2017 REVIEW: Chinese aluminium market’s reform gains, export pains

Supply-side reforms in China’s aluminium industry have removed more than 11 million tonnes per year of capacity while simultaneously a negative export arbitrage and anti-dumping measures squeezed the market in 2017.

China’s aluminium output fell by 16.8% on an annual comparison in November, making it the fifth consecutive month of decline, according to data published by the country’s National Bureau of Statistics (NBS).

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Although accumulated aluminium production in the first 11 months of 2017 increased by 1.7% year on year, the rate of growth has slowed markedly.

Supply-side reform
Aluminium supply-side reform that started at the end of 2016 involved many government departments, including the Ministry of Industry and Information Technology (MIIT), Ministry of Environmental Protection (MEP), Development and Reform Commission (DRC) and provincial governments.

Government-initiated reforms have halted a total of 11.56 million tpy of aluminium capacity in China, including 5.37 million tpy of illegal capacity and 6.19 million tpy of non-compliant aluminium capacity, Wen Xianjun, the vice chairman of the China Nonferrous Metals Industry Association (CNIA), said in a speech in November.

In Shandong province alone, officials ordered 3.21 million tpy of aluminium capacity to be halted at the end of July, including 2.68 million tpy from Weiqiao Group and 530,000 tpy from Xinfa Group. The two top aluminium smelters reported the work as completed in early August.

The industry also made great efforts to undertake winter capacity cuts, which officially started on November 15 and are expected to end on March 15, 2018.
At the start of 2017, the Chinese environmental authority said it would cut 30% of operational aluminium smelting and alumina refining capacity in two municipalities and 26 cities in Shandong, Henan, Shanxi and Hebei provinces as part of a plan to reduce air pollution.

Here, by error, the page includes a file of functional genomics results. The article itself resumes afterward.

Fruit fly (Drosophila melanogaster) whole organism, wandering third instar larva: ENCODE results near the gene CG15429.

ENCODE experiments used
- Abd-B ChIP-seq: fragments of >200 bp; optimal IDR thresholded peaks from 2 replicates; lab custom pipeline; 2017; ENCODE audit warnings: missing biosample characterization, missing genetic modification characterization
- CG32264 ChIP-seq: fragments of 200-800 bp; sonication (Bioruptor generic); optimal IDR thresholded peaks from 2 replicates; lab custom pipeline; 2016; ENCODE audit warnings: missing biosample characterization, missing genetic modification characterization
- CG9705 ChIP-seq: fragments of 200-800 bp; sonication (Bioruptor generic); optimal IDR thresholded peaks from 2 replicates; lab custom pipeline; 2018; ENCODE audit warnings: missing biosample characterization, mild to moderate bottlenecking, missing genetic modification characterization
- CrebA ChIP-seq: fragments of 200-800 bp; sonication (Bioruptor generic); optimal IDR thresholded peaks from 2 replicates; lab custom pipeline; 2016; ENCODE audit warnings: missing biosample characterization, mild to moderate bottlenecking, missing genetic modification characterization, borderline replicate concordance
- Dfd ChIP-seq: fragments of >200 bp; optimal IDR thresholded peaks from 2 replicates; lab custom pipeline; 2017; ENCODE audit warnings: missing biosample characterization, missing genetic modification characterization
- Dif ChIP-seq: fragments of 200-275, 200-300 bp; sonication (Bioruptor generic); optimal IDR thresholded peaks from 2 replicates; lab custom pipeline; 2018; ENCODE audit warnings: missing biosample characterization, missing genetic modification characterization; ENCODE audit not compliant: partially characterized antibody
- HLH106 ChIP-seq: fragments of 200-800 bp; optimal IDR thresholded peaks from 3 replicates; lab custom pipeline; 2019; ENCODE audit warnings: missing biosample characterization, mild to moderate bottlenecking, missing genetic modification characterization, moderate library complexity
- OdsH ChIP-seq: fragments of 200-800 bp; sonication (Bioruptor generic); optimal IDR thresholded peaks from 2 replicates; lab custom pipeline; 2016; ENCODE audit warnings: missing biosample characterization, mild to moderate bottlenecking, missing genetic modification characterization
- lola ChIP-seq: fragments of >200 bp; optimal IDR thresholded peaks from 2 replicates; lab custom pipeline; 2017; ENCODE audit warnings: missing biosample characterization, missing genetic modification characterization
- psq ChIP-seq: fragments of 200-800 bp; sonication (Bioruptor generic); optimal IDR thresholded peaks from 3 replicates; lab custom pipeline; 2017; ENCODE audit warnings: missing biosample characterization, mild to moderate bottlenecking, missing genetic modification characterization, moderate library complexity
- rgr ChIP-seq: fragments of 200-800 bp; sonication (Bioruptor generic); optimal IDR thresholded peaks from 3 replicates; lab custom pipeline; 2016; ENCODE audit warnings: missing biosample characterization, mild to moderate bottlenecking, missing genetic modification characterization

Since then, many provincial governments and companies involved in the operation have announced plans to reduce their smelting and refining capacity during the winter.

Negative export arbitrage, anti-dumping duties
Meanwhile, China’s total exports of unwrought aluminium and aluminium products for the first 11 months of 2017 stood at 4.35 million tonnes, an increase of 3.7% from a year earlier.

Yet the hefty tax that Chinese participants are required to pay on exports of aluminium ingots as well as the increased scrutiny that China-origin shipments face amid trade cases in the United States are likely to affect exports in 2018, according to market participants.

This is despite high stocks in China’s domestic market and supply tightness in the rest of the world.


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The SHFE-LME arbitrage ratio, in a range of 6.97-7.59 until late in 2017, has not been suitable for aluminium exports.


“The arbitrage ratio has gone down but [it is still] not low enough at present,” a Shanghai trader said.

When the arbitrage ratio is around 6.5 or below, it can encourage exports, Metal Bulletin heard.

Aluminium-importing countries worked harder on anti-dumping measures in 2017. In December 12, the US, the European Union and Japan said in a joint statement that they would work within the World Trade Organization (WTO) and other multilateral groups to eliminate unfair competitive conditions caused by subsidies, state-owned enterprises, “forced” technology transfer and local content requirements.

The statement did not mention any countries but many in the market believe they are targeting China.

In April, US President Donald Trump had signed an executive order launching a self-initiated Section 232 investigation into imports of products including aluminium.

In October, the US Department of Commerce made an affirmative preliminary determination in its investigation into imports of Chinese aluminium foil into the US, levying heavy anti-dumping duties.

And the EU Council of Ministers has now also formally approved new anti-dumping rules. This may help the EU impose anti-dumping duties against Chinese dumped metal exports, clearing the way for the new system to come into force by December 20.

Chinese government and industry organizations, such as the Trade Remedy and Investigation Bureau and the CNIA, have responded by offering advice on how to face trade conflicts.

For example, Chinese officials have questioned the veracity of the US’s Section 232 probe into the national security issues related to a reliance on aluminium imports. In a statement late in May, a spokesman with the CNIA expressed his “deep concern” over the “fairness” of the investigation.

Chinese enterprises that are active in exploring the global market have also faced problems overseas.

In the middle of November, Zhongwang USA’s proposed acquisition of Aleris Corp, which Metal Bulletin first reported in August 2016, has expired and will not proceed, with both sides citing regulatory scrutiny of the deal as insurmountable.

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